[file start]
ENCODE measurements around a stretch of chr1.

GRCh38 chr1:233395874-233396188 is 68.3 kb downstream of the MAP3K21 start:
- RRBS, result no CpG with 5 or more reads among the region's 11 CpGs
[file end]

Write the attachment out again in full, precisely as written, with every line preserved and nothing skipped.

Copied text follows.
ENCODE measurements around a stretch of chr1.

GRCh38 chr1:233395874-233396188 is 68.3 kb downstream of the MAP3K21 start:
- RRBS, result no CpG with 5 or more reads among the region's 11 CpGs